Prevalence and cognitive underpinnings of isolated apathy in young healthy subjects

Matteo Pardini*, Christian Cordano, Silvia Guida, Jordan Henry Grafman, Frank Krueger, Davide Sassos, Davide Massucco, Lucia Abate, Özgür Yaldizli, Carlo Serrati, Mario Amore, Chiara Mattei, Leonardo Cocito, Leonardo Emberti Gialloreti

*Corresponding author for this work

Research output: Contribution to journalArticlepeer-review

12 Scopus citations


Background Apathy is well described in neurodegenerative conditions, however to date there is no evidence of significant isolated apathy in subjects free from other neurological and psychiatric co-morbidites. Identifying isolated apathy in subjects free from neuropsychiatric conditions could contribute to refining current concepts of apathy and reevaluate its nosological classification as an independent clinical syndrome. Methods We assessed apathy and perceived quality of life in a group of 2751 adults (age 19-40 years) free from neuropsychiatric or medical conditions. Subjects with and without elevated apathy were compared on measures of depression, self-efficacy, behavioral inhibition, and behavioral activation. Results Observed prevalence of isolated elevated apathy was 1.45%. Subjects with apathy presented with reduced quality of life and lower behavioral activation compared to apathy-free subjects, while there was no difference between the two groups on measures of depression, self-efficacy, and perceived social skills. Limitations The main limitation of this study is the use of self-report questionnaires. Conclusions Isolated, ecologically-relevant apathy can be found in adults independently from the presence of subclinical depression or of concurrent medical conditions. Apathy screening should be considered in the evaluation of young non-depressed subjects with reduced perceived quality of life.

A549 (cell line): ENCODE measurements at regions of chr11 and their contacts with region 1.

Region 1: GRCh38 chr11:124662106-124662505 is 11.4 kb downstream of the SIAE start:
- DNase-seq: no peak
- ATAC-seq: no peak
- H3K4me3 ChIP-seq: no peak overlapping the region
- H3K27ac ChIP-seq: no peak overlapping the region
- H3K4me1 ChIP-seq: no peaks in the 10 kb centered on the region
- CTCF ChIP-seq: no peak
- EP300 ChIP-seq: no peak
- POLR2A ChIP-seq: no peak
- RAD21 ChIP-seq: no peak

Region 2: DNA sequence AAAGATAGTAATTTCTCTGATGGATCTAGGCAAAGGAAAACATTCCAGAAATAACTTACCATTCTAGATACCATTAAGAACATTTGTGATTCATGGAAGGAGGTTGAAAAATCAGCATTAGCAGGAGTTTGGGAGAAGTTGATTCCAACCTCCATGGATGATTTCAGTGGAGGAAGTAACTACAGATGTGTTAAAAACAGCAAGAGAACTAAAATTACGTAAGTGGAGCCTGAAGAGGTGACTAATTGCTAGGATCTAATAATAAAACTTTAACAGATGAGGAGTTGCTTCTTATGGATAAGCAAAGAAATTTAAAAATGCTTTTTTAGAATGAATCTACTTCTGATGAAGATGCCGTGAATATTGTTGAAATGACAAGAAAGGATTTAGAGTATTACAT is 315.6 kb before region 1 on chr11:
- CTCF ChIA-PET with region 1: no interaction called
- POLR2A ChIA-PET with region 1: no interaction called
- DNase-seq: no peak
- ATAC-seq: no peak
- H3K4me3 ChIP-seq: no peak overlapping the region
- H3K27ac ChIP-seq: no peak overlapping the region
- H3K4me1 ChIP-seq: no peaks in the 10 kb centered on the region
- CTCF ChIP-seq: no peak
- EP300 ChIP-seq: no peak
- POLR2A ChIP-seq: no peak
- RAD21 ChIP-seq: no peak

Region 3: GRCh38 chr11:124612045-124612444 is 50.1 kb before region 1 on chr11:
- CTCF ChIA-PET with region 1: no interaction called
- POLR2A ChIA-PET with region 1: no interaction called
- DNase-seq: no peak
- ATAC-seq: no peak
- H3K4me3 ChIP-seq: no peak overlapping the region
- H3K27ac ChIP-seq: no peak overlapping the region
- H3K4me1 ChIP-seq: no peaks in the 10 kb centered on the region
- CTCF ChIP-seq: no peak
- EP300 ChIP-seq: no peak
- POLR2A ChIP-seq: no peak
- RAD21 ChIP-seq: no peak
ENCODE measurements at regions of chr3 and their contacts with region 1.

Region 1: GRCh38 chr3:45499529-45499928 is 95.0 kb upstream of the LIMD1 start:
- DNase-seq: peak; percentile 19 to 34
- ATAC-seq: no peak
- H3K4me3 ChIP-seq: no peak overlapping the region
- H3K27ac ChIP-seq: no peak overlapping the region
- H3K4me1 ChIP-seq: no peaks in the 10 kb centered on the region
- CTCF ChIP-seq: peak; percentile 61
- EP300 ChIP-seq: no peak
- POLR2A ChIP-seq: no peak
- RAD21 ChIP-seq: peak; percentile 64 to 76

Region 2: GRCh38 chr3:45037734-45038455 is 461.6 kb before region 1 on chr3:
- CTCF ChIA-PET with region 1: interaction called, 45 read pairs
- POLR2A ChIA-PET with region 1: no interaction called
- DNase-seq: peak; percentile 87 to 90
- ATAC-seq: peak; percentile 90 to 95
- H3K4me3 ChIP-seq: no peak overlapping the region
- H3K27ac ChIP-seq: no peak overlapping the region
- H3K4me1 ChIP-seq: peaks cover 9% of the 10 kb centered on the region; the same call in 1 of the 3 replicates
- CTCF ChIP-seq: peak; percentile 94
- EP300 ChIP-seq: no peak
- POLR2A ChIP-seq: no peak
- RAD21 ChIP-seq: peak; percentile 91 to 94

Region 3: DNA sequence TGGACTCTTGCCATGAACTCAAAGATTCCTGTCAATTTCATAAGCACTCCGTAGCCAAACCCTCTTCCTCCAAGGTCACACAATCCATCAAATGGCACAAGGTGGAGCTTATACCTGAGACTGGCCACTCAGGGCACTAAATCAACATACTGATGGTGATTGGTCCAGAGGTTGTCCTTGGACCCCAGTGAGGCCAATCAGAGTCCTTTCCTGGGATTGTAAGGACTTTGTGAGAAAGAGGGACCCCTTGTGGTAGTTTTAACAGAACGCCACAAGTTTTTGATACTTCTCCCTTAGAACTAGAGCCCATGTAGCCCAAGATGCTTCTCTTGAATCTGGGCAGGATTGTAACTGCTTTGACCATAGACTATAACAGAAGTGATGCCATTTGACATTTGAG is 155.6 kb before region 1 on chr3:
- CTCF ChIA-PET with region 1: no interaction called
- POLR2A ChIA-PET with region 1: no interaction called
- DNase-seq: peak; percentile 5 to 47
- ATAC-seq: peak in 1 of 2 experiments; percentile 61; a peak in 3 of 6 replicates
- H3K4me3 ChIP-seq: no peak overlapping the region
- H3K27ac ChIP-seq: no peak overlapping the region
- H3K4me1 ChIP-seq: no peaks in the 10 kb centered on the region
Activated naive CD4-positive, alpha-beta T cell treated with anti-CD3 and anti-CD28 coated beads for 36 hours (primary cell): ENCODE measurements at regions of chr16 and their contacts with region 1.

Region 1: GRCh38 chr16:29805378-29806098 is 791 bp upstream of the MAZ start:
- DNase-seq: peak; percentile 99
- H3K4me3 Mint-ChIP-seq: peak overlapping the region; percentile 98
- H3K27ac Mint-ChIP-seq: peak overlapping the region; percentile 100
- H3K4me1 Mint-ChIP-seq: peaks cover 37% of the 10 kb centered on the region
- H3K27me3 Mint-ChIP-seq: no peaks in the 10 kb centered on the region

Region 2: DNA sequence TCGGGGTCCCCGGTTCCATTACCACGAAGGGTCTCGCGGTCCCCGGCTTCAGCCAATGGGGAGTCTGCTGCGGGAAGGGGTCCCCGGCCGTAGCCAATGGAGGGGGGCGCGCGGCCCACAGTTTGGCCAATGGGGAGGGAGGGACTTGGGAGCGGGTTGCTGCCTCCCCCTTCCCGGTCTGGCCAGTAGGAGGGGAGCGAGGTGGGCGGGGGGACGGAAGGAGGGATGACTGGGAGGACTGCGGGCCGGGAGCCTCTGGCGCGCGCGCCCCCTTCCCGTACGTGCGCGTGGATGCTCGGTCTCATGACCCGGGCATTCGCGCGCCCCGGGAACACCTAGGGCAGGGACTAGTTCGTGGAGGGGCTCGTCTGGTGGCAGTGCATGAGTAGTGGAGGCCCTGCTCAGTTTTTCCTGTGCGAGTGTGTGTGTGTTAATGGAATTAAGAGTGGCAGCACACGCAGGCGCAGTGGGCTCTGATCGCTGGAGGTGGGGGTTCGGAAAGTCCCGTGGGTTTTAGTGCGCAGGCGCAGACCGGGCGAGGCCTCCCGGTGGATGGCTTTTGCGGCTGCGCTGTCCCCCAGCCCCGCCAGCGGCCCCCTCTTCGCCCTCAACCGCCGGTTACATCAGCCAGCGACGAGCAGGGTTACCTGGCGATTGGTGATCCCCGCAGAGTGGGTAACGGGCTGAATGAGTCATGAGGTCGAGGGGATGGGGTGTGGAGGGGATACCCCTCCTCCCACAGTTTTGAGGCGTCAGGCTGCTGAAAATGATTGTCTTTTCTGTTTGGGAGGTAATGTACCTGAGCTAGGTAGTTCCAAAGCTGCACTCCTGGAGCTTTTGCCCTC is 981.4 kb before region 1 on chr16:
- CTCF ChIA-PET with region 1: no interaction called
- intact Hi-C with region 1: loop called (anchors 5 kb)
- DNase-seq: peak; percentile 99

Original languageEnglish (US)
Pages (from-to)272-275
Number of pages4
JournalJournal of Affective Disorders
StatePublished - Jan 1 2016


  • Affective disorders
  • Epidemiology
  • Motivation
  • Neuropsychiatry

ASJC Scopus subject areas

  • Clinical Psychology
  • Psychiatry and Mental health


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